One method that corporations use is to create so many fake accounts on Facebook that people give up on trying to find their favourite celeb. It seems unthinkable until you consider the danger that celebs are often subjected to. On MySpace, this tactic was less of a thing but not completely unimaginable. The irony is that the only celebs who can get away with having their real names on their social media accounts are adult entertainers. Celebs are often encouraged to avoid being photographed at the same public establishment more than once because then that will be identified as their regular hang-out spot. Such paranoia will seem peculiar until you realize that the entertainment industry has long been a haven for the underworld. Besides crooks wanting to muscle in on the income, there is the issue of rapists, thieves, kidnappers and assassins sent to eliminate the competition. Authors don’t have to fear this. The conundrum of joining social media would be made easier if celebs wore masks like Slipknot but even that band would soon become recognizable without the masks.

Finally, there are two types of celebrities who share a commonality: those who leave social media and those who never had an intention of being on there. The turn-off for both is that corporations will make crucial decisions based on who has the most followers along with who has the most of the latest likes or even who has the most mutual followers since great minds think alike. Social media is essentially about showcasing what you like and don’t like, so people will use that to either curry your favour or annoy you online or off. Ultimately, celebs of a particularly high status will find their inboxes being flooded (if only there was a way to receive messages from only verified accounts). On Instagram, celebs are presented with an ultimatum: don’t restrict your comments but end up being used by people trying to get the attention of others, or do restrict your comments but people can easily spam your followers. When it all comes down to it, you’re also receiving remarks from haters or people who are trying to throw you off your game like a sports fan who is trying to psych out an athlete.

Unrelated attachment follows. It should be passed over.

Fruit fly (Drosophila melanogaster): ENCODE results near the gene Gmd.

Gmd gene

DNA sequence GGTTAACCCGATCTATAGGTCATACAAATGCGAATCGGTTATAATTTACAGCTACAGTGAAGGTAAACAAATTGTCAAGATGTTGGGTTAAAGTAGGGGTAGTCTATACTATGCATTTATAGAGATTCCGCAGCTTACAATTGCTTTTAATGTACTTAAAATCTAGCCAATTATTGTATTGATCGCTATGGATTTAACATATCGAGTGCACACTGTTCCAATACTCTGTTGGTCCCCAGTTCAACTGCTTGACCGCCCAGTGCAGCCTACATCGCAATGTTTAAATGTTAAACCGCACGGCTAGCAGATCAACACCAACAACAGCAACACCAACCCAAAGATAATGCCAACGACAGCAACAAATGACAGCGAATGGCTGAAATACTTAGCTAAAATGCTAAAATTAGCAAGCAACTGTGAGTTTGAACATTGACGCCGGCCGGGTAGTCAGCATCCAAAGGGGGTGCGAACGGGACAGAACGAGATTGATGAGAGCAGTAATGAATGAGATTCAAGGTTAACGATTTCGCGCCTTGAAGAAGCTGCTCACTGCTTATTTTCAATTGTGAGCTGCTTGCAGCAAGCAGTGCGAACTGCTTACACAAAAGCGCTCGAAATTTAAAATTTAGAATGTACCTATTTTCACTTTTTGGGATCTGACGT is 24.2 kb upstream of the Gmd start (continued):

Despite being seen at this November 2017 Pinterest event, Emma Roberts is not active on Pinterest. Neither is Karah Preiss (the lady next to her who is also her collaborative partner). Another irony is that the article that I got this image from references Pinners, Pinsiders and Pinterest Influencers but not Pinfluencers. Writing this article has made me grateful that I never became a celebrity. We are living in an era where a person asking for your photograph isn’t necessarily a fan but an attention-seeker. Instagram is notorious for this. There are artists who tag artists for no other reason than to attract fans of that artist. In today’s world where the internet has developed a facial recognition software, you would think that Instagram would be savvy enough to separate hashtagged posts featuring a public figure and those that merely mention them. At least Google knows how to categorize the different types of images which are associated with a public figure. There is a dating app that’s just for celebrities (Raya); maybe there should be a social media site that’s just for them.